Construction of new single-family houses fell 2.5 percent in April 2017 from the prior month, according to the most recent data made available by the U.S. Department of Housing and Urban Development. The annual rate of 1,172,000 housing starts only in-creased by 0.7 percent over the past year, validating a dismal growth rate of new homes being constructed.

Fewer homes being built along with a slowly improving jobs market and growing fami-lies has helped escalate the demand for homes across the nation. As demand has been outstripping supply, home prices have been climbing across the country.

In addition, construction of new homes has been despondent as a lack of qualified work-ers has hindered the home building industry since the displacement of jobs during the real estate downturn following 2007. The challenge of hiring stems from skilled workers that left the industry during the downturn and have found other occupations since then.

Source: U.S. Department of Housing and Urban Development

We Don't See No Stinkin' Bubbles!

We Don’t See No Stinkin’ Bubbles!

Now that we’re eight years into a bull market, some investors just assume something has to go wrong.  As a result, we see lots of stories and get lots of questions about “bubbles,” as in “what market or sector is in a bubble already?”

Auto sales have been declining lately.  In eight of the last nine months (we have data through April), US sales of cars and light trucks have been lower than the same month in the prior year.  So some claim the auto sector must be a bubble that’s bursting.  But the real story is much more benign.

Fundamentals, like driving-age population growth and scrappage rates suggest autos should sell at about a 15.5 million annual rate.  Sales were below that level in 2008-12 (five straight years!).  Part of that problem was due to the recession in 2008-09.  But sales were unusually slow in 2010-12 and we see the above-trend pace of sales in 2014-16 as “catch up.”

Now we expect sales to gradually slow back down to a 15.5 million pace.  That’s not a bubble bursting, though.  It’s just the end of the catch up period.  Consumers will just buy other items instead.

Others claim home prices are getting frothy.  But using a price-to-rent ratio, national average prices are very close to the long-term norm relative to rents.  (We use asset values generated by the Federal Reserve and rent prices generated by the Commerce Department’s GDP statisticians.)  Regardless, home builders need to pick up the pace of construction or home prices and rents will accelerate.

Yes, household debts are at a new record high.  But household debts relative to assets are at one of the lowest points since 1990.

Is there a bubble in student loans?  We think many students are paying too much for college whether they’re paying for it with loans or up front.  So, yes, in a sense that’s a bubble, but it’s one directly caused by government policy which will saddle some students with debts they have trouble repaying and taxpayers with larger budget deficits.  But since so much of it runs through federal lending, defaults aren’t going to bring down the financial system.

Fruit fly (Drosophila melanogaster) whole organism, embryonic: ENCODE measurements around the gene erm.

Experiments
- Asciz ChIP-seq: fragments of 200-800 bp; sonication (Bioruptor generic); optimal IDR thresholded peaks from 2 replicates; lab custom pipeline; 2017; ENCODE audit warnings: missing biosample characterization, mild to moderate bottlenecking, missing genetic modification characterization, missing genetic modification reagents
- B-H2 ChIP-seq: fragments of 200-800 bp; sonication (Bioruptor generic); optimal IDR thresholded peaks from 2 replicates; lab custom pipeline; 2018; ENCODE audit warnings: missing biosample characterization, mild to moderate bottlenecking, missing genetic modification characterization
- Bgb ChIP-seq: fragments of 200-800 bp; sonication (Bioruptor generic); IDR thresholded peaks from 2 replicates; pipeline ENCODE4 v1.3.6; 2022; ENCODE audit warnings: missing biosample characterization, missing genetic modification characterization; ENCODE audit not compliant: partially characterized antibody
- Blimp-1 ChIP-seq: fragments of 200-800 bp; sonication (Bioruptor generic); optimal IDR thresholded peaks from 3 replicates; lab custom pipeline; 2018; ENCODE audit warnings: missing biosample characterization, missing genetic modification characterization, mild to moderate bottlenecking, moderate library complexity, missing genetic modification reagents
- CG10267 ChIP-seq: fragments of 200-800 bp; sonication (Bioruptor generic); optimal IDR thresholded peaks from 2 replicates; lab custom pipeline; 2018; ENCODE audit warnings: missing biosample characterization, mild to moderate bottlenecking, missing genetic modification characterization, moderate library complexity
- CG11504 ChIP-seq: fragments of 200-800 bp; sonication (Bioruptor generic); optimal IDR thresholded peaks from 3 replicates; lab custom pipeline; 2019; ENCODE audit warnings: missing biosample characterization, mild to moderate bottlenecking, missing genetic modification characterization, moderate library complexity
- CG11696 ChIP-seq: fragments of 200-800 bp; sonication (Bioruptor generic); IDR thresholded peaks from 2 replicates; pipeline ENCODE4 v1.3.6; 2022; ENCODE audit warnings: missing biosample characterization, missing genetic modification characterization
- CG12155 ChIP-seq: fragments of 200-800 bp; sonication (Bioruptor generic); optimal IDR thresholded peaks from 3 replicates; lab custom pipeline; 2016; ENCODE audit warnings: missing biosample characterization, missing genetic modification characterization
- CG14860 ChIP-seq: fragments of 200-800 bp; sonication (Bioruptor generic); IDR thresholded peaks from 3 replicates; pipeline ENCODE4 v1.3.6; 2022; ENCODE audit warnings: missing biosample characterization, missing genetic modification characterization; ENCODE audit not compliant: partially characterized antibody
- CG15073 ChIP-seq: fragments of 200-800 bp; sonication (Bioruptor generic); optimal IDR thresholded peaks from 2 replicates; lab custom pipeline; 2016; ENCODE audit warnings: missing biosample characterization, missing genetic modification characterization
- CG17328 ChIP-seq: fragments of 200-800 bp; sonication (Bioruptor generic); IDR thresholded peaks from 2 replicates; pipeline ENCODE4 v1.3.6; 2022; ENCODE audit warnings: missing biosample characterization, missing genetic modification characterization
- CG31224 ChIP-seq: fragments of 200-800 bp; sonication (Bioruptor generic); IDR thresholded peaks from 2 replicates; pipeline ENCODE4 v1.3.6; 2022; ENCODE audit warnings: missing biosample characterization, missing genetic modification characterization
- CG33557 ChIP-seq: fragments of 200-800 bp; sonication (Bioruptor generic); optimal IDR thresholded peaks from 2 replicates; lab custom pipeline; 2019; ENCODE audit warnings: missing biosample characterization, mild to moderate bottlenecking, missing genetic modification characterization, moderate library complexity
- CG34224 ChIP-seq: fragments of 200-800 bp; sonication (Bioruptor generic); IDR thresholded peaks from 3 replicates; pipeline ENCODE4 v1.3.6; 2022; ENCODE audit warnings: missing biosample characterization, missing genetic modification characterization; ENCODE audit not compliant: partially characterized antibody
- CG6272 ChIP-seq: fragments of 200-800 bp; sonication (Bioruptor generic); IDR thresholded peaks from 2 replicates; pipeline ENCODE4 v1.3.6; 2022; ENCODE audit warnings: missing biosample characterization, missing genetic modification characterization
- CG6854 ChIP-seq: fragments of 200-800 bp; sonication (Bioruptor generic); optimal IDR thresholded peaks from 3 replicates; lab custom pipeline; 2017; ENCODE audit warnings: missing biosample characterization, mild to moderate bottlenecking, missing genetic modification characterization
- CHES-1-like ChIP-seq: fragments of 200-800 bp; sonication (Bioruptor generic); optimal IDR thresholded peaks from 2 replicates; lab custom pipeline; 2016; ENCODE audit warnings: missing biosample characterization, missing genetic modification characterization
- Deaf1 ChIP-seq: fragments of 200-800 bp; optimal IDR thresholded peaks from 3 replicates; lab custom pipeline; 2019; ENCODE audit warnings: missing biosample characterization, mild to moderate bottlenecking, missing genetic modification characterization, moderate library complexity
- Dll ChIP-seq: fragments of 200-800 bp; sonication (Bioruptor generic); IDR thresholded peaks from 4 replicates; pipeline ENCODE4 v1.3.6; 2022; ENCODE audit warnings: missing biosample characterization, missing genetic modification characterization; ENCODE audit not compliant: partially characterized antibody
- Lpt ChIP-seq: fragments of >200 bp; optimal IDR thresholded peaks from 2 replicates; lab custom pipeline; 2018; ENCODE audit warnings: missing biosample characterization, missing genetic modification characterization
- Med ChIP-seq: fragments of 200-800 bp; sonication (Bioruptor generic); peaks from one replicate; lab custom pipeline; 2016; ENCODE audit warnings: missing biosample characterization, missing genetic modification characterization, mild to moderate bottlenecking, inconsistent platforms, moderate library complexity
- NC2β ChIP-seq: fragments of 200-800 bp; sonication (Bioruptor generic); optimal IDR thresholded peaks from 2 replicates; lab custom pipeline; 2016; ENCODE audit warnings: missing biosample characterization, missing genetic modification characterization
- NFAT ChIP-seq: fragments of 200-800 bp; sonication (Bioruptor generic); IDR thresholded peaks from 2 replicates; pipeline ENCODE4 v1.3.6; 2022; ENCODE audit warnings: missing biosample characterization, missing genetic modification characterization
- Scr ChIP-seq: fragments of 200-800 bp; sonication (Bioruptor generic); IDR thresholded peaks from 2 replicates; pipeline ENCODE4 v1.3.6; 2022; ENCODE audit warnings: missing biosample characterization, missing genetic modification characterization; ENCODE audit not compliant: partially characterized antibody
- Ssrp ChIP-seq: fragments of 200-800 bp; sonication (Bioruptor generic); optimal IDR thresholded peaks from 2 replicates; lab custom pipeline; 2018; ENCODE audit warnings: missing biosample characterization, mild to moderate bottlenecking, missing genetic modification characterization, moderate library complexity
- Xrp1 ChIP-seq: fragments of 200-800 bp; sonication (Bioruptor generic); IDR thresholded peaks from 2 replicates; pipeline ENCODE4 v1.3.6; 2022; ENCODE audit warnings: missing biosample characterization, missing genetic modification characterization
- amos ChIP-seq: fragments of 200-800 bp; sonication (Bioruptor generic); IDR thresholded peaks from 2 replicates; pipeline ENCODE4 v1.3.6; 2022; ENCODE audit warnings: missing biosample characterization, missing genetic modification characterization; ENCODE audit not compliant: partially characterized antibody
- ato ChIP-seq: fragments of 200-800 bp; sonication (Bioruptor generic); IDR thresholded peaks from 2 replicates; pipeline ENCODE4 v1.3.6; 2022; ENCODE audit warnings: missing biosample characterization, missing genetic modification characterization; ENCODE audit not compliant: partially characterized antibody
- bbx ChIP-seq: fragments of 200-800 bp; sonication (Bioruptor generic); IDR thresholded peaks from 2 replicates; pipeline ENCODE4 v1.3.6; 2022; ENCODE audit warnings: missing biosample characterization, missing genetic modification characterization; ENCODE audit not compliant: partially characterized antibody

Are stocks broadly overvalued?  Not even close.  Our capitalized profits model, which uses economy-wide profits, suggests the bull market has further to run even if interest rates move up substantially.  In December, we forecast the S&P would hit 2,700 by year-end 2017. A roughly 21% gain for 2017 seemed ambitious to many investors back then.  But, as of Friday’s close, we’re less than 12% away.

Eight years into the bull market in stocks, the only plausible bubble we see is that bonds are still too pricey.  For all the talk of bubbles, they just don’t seem to exist.

BrianS. Wesbury – Chief Economist
Robert Stein, CFA – Deputy Chief Economist

China Buying U.S. Treasuries Again

China Buying U.S. Treasuries Again – Global Fixed Income

Currently valued at over $13 trillion, the U.S. Treasury Bond market continues to be the world’s largest and most liquid bond market, attracting capital from foreign cen-tral banks seeking safety and stability.

Federal Reserve data as of May 17 shows that foreign central banks held nearly $3 trillion of the $13 trillion Treasury market, an increase of over $60 billion since the beginning of the year. Of the various foreign buyers, China’s central bank has in-creased its Treasury holdings the most by $29 billion to a total of $1.08 trillion. China is currently the second largest holder of Treasuries, with Japan the largest holder.

A reversal in the U.S. dollar has also helped propel buying by foreigners in order to help stabilize their local country currencies. U.S. Treasuries continue to offer higher yields than other developed country debt such as Japan or Germany, attracting yield seekers.

For the first time in almost 30 years, China’s government debt rating was lowered in May by one of the major credit reporting agencies, Moody’s. Such a move could di-minish China’s ability to borrow funds from domestic and foreign investors.

Source: Federal Reserve Foreign Holdings Report, Moody’s